Clinical Trials in Cancer Patients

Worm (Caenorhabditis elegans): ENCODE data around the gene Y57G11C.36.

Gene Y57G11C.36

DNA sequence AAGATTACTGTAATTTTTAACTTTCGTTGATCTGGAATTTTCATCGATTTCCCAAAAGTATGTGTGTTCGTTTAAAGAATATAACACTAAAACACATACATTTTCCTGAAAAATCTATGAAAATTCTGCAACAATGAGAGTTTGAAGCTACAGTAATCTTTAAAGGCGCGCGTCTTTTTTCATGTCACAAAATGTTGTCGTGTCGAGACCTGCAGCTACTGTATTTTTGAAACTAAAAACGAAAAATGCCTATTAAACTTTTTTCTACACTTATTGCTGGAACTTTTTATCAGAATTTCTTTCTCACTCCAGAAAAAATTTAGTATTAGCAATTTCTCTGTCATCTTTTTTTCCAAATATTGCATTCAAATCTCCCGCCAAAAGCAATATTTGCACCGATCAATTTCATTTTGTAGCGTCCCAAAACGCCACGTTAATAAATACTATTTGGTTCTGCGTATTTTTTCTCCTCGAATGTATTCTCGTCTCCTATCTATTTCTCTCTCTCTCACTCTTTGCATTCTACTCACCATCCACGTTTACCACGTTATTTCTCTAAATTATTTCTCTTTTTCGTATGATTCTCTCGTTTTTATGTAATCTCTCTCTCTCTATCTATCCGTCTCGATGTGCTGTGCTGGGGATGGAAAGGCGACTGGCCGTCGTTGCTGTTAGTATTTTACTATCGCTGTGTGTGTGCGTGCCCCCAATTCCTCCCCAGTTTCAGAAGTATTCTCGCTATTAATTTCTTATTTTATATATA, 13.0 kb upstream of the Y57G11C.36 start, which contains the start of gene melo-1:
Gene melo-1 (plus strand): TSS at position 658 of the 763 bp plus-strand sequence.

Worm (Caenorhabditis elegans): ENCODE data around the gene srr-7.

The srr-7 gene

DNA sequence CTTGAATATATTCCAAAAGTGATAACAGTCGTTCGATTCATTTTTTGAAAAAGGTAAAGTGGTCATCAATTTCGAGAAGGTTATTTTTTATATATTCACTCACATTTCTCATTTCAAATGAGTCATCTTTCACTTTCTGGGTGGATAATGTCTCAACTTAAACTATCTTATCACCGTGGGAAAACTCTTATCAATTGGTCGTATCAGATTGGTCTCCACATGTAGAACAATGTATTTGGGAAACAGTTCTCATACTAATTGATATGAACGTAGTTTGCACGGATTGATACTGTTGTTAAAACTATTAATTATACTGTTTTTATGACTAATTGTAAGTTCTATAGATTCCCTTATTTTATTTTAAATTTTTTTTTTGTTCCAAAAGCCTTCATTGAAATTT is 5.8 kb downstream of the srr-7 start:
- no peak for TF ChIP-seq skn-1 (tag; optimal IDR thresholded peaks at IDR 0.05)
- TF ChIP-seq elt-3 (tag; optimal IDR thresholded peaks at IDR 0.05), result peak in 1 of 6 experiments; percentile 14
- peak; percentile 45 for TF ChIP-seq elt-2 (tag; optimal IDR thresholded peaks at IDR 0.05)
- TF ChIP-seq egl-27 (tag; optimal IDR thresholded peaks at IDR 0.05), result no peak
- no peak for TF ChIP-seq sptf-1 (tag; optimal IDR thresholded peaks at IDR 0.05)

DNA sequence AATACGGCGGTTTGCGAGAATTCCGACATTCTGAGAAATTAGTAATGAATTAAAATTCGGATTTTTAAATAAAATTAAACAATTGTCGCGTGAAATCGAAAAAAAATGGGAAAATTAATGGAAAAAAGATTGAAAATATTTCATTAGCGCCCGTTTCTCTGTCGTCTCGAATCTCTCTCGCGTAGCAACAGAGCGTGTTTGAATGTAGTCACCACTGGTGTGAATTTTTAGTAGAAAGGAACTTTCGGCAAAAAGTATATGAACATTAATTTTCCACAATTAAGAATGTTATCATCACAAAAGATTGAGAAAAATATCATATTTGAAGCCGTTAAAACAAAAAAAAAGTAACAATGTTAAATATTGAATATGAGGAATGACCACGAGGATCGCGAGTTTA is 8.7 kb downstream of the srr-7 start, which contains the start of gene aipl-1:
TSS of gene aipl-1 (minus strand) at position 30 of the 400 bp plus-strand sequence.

Present clinical trials in cancer focused on signaling pathway blockers or inhibitors to develop personalized cancer therapies. pharmacogenomic strategies in cancer trials should be adopted that include specific molecular targeting, cancer cell genomes, modifications of cancer signaling pathways and epigenetic mechanisms. Translational oncogenomics research expands through the application of highly sensitive and specific advanced technology, computational tools to both pharmaceutical and clinical problems. Recent clinical studies have shown that gene expression data that can be distinguish between tumor types as well as to predict outcomes. In previous studies the survival rates have been unacceptably low and prognosis has been poor in the clinical trials involving ‘inoperable’ lung cancers. Individualized cancer therapy strategies and pharmacogenomic strategies had been made to get high-throughput microarray information recorded for isolated tumor cell lines from stage I through stage III cancer patients. Gene profiling expression, proteomic, interactomic and tissue array data is essential for improving the survival rate of stage III cancer patients with novel signaling pathway inhibitors/blocker medicines. Novel translational oncogenomics also used with a view of computational models in both pharmaceutical and clinical areas. Studies of Differential Gene Expression (DFG) in cancer cell lines are required for developing new efficient cancer therapies. Human Cancer Genomes and Epigenetics (HCGE) Project aims to increase the survival rates of cancer patients treated in clinical trials by using translational oncogenomics with the novel, high-efficiency/low-cost and ultra-sensitive techniques. This project also has benefit from pharmacogenomic approaches, computer simulations, varying structures of human cancer interactomes.